Marcus Roberts


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However, the building of the new synagogue was if anything, not the confident expression of a flourishing community, perhaps more of a swan song. The community was in decline, a decline that had perhaps been signalled as early as 1820, by leading members of the departing to the Island of St Helenas. In 1845 when the original synagogue was destroyed, the community had in fact declined to only 12 to 14 members.

By the 1830s the Canterbury Jews mostly traded and lived around the Westgate, into St Peter's Street and as far as Kings Bridge, as well as the Northgate of the city, with the majority of the businesses being listed in the Northgate Street suburb.

However a fascinating glimpse is provided into the declining years of the community by a local non-Jew, who by his own account acted as the shammus or caretaker of the community. J.G.B. Stone wrote in the Kentish Gazette in 1955, that as a young man he as served his apprenticeship of five years at a Canterbury Jewish Tailors, Lazarus and Co. at 36 High Street. The Lazarus family were in later years, one of the leading Canterbury Jewish families - the site of their shop in later years was 36 High Street. He described how the business was always closed over the Jewish Sabbath. He also related that on working days the head of the company would arrive in the morning and go straight to his board in the cutting room, put on his tefilin, and set to cutting out a coat while he recited his prayers.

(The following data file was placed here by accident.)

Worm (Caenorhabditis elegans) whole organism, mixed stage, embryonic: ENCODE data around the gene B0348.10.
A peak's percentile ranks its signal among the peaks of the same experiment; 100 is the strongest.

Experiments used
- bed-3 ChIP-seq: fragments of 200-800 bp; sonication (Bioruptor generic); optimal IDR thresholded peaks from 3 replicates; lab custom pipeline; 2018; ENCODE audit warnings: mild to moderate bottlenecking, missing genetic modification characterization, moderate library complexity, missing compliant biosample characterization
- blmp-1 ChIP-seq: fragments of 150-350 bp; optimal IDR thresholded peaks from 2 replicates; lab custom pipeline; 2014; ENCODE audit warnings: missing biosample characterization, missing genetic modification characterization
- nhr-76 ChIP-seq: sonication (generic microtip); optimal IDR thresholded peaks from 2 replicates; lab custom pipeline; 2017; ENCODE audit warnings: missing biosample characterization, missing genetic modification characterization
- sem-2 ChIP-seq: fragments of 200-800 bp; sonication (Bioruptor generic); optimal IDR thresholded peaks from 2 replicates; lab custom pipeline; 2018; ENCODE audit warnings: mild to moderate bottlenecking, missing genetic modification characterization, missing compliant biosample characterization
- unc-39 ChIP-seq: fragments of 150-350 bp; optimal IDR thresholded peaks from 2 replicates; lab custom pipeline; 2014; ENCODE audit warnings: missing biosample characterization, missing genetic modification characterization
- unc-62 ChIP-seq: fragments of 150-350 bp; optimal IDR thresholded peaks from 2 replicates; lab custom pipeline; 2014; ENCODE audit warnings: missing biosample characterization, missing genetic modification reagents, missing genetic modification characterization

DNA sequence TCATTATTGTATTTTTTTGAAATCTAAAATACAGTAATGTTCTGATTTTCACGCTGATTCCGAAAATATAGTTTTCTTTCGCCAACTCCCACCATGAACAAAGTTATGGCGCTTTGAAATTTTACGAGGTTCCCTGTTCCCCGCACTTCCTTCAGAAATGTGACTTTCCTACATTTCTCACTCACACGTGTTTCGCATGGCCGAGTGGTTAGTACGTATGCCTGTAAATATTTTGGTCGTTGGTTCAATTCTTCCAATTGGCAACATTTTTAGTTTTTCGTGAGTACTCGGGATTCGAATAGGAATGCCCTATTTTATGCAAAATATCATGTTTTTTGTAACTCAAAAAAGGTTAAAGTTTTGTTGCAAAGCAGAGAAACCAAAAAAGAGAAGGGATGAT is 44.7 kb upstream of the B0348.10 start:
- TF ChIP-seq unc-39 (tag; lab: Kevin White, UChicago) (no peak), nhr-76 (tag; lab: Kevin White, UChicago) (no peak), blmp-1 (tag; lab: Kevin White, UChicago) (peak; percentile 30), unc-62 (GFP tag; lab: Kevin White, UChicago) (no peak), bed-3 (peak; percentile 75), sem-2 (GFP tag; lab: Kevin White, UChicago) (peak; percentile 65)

Stone claims in an account (which is unfortunately coloured by prejudice) that in the last two years of his apprenticeship he 'acted as the Shammus [caretaker] of the synagogue, the only Goy that ever held the office.' He would be present in the synagogue, or its grounds, during services and relates that during the services 'there was a complete absence of decorum. The women in the gallery chatted among themselves, and there was much noisy movement on the floor by the men. Altogether it had more the air of a social reception than the silence and solemnity of a place of worship.' Ce ne plus pas la change?

During services some men had to on occasion share their tallit (prayer shawl) - Stone implies on account of poverty. On one occasion he had to get 'three Schnorrors' (Jewish beggars) who had come in the synagogue that morning from the road to share one tallit. There was very little tallit to go round, resulting in one of the men shouting at the others 'D'ye want all the ---- Tollus!', omitting the expletive, since he was in the house of God.

Of real historical interest is the fact that he describes the use of the mikveh, the Jewish ritual bath provided for the women, that was built in the grounds of the synagogue and which was equipped with a copper, a bath, and a pump. The Shammus would have to arrange for 'a woman to fill the copper and light the fire, and remain in attendance'. It is known from the Chief Rabbis' survey of 1845, that before the mikveh was built, the Canterbury Jewish women used the public baths for mikveh. In 1838 there were two public baths listed in the town, one set of established baths at 60 Burgate, as well as the apparently newer George Baths on the Parade.

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